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Speeches

“Four score and seven years ago our fathers brought forth on this continent a new nation."1 Let’s pause and acknowledge the flashbacks to the grueling process of memorizing President Abraham Lincoln’s famous speech “The Gettysburg Address” (1863) in elementary or middle school. At the time, it wasn’t easy to understand the point of the assignment, but with age comes wisdom. More exposure to historical speeches shows their impact on society, including literature. Persuasive speeches have taken nations to war and changed moral views. Evaluating famous speeches teaches critical thinking and allows us to recognize the motives behind what our leaders tell us.

Speech definition in literature

In literature, a speech is a public discourse performed by an orator. In other words, a person uses a public forum to inform, persuade, or entertain a group of people. Speeches help create a space for people to discuss policies that affect society, either after the decision or during the decision-making process. When a speech is widely believed to be particularly moving, it becomes classified as a work of literature.

History of public speaking

Egyptians were the first known society to formulate guidelines for effective public speaking. They believed speeches should focus on listening as much as speaking and that orators should carefully choose their words, emphasizing concepts with a sense of permanency. Their ideas about rhetoric mirrored their culture, as later eras would as well.

At its most basic, rhetoric is how we communicate. The discussion around a formal definition of rhetoric continues today because the ways we communicate change. Rhetorical analysis concentrated on oral and written communication for much of history, but visual media is now included in rhetorical studies. Applying rhetorical rules effectively in a speech requires language skills, cultural knowledge, and a working understanding of the purpose, context, and audience.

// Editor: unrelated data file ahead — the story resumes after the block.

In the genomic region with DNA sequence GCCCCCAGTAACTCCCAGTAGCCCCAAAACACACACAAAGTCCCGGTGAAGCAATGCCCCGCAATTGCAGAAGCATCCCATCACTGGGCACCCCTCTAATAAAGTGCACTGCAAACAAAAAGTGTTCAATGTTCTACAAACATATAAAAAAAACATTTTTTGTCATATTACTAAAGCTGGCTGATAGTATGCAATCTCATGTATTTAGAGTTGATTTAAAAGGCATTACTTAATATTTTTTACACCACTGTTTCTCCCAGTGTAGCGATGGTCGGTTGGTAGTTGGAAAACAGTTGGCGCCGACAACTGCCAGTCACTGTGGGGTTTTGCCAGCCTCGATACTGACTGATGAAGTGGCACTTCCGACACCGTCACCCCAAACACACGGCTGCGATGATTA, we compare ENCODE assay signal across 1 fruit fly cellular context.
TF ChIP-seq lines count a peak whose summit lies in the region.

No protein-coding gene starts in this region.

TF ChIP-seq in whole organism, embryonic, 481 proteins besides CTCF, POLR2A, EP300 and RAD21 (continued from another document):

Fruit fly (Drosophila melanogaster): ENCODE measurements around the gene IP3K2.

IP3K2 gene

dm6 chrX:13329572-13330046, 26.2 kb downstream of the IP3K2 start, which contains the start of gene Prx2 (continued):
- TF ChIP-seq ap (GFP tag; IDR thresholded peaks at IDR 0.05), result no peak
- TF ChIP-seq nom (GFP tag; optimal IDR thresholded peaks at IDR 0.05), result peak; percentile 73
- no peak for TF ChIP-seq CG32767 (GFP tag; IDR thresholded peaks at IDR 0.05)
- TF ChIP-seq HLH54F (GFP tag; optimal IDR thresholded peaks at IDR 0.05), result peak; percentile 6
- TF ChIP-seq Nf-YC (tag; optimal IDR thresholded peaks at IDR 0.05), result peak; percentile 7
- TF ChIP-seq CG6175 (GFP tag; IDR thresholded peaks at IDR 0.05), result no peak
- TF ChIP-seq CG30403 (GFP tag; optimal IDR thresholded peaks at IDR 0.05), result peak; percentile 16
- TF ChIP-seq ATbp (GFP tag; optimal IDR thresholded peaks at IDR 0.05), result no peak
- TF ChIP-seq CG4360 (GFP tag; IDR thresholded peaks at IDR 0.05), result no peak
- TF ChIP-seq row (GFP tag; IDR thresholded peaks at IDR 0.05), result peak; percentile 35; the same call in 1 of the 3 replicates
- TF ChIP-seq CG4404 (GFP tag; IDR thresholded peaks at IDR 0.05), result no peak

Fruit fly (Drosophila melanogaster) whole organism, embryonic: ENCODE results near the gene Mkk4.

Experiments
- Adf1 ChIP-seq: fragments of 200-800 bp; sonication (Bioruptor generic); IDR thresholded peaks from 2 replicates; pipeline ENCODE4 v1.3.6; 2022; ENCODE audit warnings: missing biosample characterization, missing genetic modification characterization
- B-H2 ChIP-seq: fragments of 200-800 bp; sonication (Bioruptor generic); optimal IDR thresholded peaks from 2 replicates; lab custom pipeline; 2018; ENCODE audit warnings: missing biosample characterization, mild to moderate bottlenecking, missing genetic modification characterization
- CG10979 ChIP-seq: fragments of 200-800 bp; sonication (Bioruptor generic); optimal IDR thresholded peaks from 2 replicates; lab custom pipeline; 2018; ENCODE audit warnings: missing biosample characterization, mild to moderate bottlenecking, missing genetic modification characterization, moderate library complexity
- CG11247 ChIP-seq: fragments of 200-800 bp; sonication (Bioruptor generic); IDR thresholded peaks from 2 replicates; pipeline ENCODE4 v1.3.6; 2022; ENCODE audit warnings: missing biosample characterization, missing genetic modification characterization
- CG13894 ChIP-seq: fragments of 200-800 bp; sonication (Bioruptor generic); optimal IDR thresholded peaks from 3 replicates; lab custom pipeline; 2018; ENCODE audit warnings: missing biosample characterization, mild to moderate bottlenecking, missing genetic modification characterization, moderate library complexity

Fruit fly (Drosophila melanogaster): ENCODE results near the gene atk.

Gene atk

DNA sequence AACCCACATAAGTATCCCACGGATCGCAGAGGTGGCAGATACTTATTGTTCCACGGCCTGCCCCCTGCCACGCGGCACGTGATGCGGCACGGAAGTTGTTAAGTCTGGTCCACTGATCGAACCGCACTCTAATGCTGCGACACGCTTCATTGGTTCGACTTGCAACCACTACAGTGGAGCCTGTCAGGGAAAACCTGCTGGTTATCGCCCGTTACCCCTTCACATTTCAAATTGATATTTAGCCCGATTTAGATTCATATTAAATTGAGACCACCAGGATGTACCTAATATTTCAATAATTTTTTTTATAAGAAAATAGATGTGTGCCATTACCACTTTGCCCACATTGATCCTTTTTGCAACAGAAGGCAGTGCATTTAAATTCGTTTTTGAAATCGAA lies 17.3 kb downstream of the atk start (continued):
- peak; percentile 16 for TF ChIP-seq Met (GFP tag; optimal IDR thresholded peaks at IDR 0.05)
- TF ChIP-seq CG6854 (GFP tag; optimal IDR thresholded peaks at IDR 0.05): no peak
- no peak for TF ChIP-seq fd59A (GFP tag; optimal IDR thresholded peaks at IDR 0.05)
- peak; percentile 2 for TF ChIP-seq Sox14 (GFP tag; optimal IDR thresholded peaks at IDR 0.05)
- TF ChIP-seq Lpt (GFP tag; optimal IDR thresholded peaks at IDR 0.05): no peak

Classical Period (500-400 BC)

Ancient Greece picked up where the Egyptians left off, and as political participation was highly valued, rhetoric became a serious philosophical study.

Roman Era (30 BC-476 AD)

The Greeks’ eloquence influenced the Romans, so they began to devise their own rules of rhetoric. Their speeches included humor and diversions to create interest for the audience.

Medieval Era (400 AD-1400 AD)

Popular thought during the Medieval era considered rhetoric a way to manipulate and hide the truth. Speeches were mainly religious in nature.

Renaissance Period (1400-1600 AD)

As this period saw an increase in academic study, scholars began looking back at previous forms of speech-making. There was an increased focus on style and logic over rhetoric. Other scholars felt morality and ethics were essential parts of an effective speech.

Enlightenment Period (1600-1800 AD)

The Enlightenment took the best of the past and applied it to the present. Philosophers studied persuasiveness and rhetoric through the lens of scientific and moral reasoning. The Enlightenment period combined Rhetoric inspired by the Classical Era with new ideas about how speech delivery influenced audiences.

New School (1900-Today)

Classical rhetoric informs modern theories. Thanks to technology, speeches can now be pre-recorded and delivered over the internet in addition to live events. Podcasts, Ted Talks, YouTube, and video conferences are all ways modern speeches are delivered.

Speeches, Speech Poster Frederick Douglass, StudySmarterFig. 1 - Frederick Douglass escaped slavery and became known for his intellectually inspiring speeches.

Types of speeches

There are three broad types of speeches:

  • Entertaining: Speeches that deliver a message by stimulating their audience using humor or drama. Entertaining speeches are typical at special events such as weddings.
  • Informative: Speeches that educate an audience. There are four categories of informative speeches:
    • A definition speech explains the main points of a topic so an audience will understand it better.
    • A demonstration speech explains how something works.